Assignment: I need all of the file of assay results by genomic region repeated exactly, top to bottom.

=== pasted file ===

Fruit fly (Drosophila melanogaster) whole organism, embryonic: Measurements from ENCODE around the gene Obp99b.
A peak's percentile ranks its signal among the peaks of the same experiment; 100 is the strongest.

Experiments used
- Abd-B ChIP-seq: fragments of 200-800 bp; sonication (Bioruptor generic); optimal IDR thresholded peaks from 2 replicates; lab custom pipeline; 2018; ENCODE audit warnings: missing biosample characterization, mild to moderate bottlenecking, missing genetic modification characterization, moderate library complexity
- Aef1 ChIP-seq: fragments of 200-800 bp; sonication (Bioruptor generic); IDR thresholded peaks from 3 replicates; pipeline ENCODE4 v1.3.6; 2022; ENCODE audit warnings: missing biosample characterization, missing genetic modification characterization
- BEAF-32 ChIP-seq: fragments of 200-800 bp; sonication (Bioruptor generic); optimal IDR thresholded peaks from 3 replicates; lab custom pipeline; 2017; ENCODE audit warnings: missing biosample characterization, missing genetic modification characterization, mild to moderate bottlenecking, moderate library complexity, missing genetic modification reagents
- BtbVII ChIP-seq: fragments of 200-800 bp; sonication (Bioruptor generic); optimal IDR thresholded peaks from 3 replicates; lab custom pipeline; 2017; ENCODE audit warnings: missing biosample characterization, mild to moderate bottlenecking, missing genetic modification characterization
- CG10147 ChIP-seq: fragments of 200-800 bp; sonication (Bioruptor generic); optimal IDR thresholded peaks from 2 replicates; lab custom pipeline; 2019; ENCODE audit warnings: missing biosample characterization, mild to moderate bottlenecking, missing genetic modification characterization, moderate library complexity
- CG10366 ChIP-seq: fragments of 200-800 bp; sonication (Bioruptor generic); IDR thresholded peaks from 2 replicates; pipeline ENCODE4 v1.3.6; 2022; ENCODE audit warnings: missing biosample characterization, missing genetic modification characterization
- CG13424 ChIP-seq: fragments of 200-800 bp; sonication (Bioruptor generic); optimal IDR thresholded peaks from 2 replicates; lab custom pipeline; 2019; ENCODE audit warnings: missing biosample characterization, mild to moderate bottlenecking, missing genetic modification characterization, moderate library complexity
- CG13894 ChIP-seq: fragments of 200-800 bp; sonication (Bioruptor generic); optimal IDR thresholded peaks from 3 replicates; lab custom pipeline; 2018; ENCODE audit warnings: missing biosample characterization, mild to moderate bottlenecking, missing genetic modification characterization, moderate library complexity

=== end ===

Fruit fly (Drosophila melanogaster) whole organism, embryonic: Measurements from ENCODE around the gene Obp99b.
A peak's percentile ranks its signal among the peaks of the same experiment; 100 is the strongest.

Experiments used
- Abd-B ChIP-seq: fragments of 200-800 bp; sonication (Bioruptor generic); optimal IDR thresholded peaks from 2 replicates; lab custom pipeline; 2018; ENCODE audit warnings: missing biosample characterization, mild to moderate bottlenecking, missing genetic modification characterization, moderate library complexity
- Aef1 ChIP-seq: fragments of 200-800 bp; sonication (Bioruptor generic); IDR thresholded peaks from 3 replicates; pipeline ENCODE4 v1.3.6; 2022; ENCODE audit warnings: missing biosample characterization, missing genetic modification characterization
- BEAF-32 ChIP-seq: fragments of 200-800 bp; sonication (Bioruptor generic); optimal IDR thresholded peaks from 3 replicates; lab custom pipeline; 2017; ENCODE audit warnings: missing biosample characterization, missing genetic modification characterization, mild to moderate bottlenecking, moderate library complexity, missing genetic modification reagents
- BtbVII ChIP-seq: fragments of 200-800 bp; sonication (Bioruptor generic); optimal IDR thresholded peaks from 3 replicates; lab custom pipeline; 2017; ENCODE audit warnings: missing biosample characterization, mild to moderate bottlenecking, missing genetic modification characterization
- CG10147 ChIP-seq: fragments of 200-800 bp; sonication (Bioruptor generic); optimal IDR thresholded peaks from 2 replicates; lab custom pipeline; 2019; ENCODE audit warnings: missing biosample characterization, mild to moderate bottlenecking, missing genetic modification characterization, moderate library complexity
- CG10366 ChIP-seq: fragments of 200-800 bp; sonication (Bioruptor generic); IDR thresholded peaks from 2 replicates; pipeline ENCODE4 v1.3.6; 2022; ENCODE audit warnings: missing biosample characterization, missing genetic modification characterization
- CG13424 ChIP-seq: fragments of 200-800 bp; sonication (Bioruptor generic); optimal IDR thresholded peaks from 2 replicates; lab custom pipeline; 2019; ENCODE audit warnings: missing biosample characterization, mild to moderate bottlenecking, missing genetic modification characterization, moderate library complexity
- CG13894 ChIP-seq: fragments of 200-800 bp; sonication (Bioruptor generic); optimal IDR thresholded peaks from 3 replicates; lab custom pipeline; 2018; ENCODE audit warnings: missing biosample characterization, mild to moderate bottlenecking, missing genetic modification characterization, moderate library complexity